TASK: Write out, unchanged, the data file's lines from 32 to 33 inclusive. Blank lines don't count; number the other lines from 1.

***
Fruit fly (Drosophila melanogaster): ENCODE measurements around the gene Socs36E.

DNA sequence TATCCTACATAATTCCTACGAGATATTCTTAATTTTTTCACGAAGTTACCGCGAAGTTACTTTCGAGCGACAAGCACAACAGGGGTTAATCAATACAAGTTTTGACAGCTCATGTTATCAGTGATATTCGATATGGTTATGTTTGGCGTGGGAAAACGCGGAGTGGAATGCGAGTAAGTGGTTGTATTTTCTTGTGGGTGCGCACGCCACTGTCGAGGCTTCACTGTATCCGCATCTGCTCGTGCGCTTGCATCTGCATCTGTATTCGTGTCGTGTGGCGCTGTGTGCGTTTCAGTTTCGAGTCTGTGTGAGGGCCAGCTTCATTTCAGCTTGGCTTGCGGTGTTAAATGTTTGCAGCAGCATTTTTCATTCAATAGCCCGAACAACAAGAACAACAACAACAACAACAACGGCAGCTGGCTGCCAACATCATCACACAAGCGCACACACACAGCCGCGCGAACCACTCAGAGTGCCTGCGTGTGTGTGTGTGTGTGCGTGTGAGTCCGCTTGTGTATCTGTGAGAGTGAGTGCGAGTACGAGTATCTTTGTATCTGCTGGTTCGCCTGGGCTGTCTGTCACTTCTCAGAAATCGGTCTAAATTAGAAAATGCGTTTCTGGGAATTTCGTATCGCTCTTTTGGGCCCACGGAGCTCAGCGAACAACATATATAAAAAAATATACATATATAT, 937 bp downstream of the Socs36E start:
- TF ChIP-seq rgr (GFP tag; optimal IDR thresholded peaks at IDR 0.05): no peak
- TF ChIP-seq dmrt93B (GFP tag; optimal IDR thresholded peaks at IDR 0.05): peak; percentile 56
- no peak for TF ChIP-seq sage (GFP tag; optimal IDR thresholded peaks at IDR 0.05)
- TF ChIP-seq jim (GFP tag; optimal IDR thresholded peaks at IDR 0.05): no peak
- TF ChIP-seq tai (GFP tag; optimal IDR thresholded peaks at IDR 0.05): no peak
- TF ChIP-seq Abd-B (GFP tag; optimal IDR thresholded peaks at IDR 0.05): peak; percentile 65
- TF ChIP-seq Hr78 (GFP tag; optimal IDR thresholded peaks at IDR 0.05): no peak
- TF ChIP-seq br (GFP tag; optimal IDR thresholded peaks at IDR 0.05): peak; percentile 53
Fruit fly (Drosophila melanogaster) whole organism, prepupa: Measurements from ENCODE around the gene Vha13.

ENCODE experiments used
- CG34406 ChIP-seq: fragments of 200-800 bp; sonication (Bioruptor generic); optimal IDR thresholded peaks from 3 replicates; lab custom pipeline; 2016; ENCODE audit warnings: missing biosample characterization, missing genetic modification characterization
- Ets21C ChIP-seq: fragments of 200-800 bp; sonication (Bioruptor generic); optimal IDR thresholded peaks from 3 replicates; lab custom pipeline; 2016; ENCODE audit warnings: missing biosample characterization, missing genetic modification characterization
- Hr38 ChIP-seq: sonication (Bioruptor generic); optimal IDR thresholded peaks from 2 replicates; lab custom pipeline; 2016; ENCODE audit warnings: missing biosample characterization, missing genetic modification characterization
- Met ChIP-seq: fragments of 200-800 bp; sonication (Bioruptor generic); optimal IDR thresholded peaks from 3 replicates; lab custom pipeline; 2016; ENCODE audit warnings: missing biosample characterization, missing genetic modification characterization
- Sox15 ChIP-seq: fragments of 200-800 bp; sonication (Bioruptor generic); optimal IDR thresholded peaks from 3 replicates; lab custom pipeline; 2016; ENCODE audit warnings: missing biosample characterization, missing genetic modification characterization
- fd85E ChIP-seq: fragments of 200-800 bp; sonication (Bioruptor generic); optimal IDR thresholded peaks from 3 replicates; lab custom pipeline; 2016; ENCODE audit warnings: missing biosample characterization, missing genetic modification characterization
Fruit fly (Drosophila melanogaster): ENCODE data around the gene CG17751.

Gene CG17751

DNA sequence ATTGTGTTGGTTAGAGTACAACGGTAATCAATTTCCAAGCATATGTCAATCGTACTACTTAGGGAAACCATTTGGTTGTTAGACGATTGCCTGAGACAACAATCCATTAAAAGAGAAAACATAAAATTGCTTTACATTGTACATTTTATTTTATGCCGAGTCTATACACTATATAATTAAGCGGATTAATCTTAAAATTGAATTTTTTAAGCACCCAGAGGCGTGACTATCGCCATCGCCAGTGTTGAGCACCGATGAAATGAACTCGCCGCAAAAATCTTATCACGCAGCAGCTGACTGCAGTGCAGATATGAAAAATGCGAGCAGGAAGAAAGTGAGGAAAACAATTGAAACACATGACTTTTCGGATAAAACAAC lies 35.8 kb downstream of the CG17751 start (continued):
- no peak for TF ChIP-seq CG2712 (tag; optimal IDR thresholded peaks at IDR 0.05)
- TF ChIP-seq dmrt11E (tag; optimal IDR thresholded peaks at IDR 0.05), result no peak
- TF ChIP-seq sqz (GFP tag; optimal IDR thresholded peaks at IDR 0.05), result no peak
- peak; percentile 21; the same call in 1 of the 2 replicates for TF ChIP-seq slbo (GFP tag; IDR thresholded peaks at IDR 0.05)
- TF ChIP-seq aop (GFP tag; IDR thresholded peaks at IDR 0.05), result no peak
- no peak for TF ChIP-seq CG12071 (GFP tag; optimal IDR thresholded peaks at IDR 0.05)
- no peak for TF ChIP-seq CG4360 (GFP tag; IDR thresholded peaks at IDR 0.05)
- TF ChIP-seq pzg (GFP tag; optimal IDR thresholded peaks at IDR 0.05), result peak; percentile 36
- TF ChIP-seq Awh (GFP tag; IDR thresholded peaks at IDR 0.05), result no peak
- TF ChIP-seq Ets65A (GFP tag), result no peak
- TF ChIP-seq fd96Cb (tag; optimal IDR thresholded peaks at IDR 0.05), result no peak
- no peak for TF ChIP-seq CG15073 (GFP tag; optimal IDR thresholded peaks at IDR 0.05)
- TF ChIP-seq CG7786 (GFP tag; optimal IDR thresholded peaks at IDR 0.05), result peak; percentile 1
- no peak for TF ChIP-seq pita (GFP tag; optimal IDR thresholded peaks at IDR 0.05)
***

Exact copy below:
- TF ChIP-seq fd96Cb (tag; optimal IDR thresholded peaks at IDR 0.05), result no peak
- no peak for TF ChIP-seq CG15073 (GFP tag; optimal IDR thresholded peaks at IDR 0.05)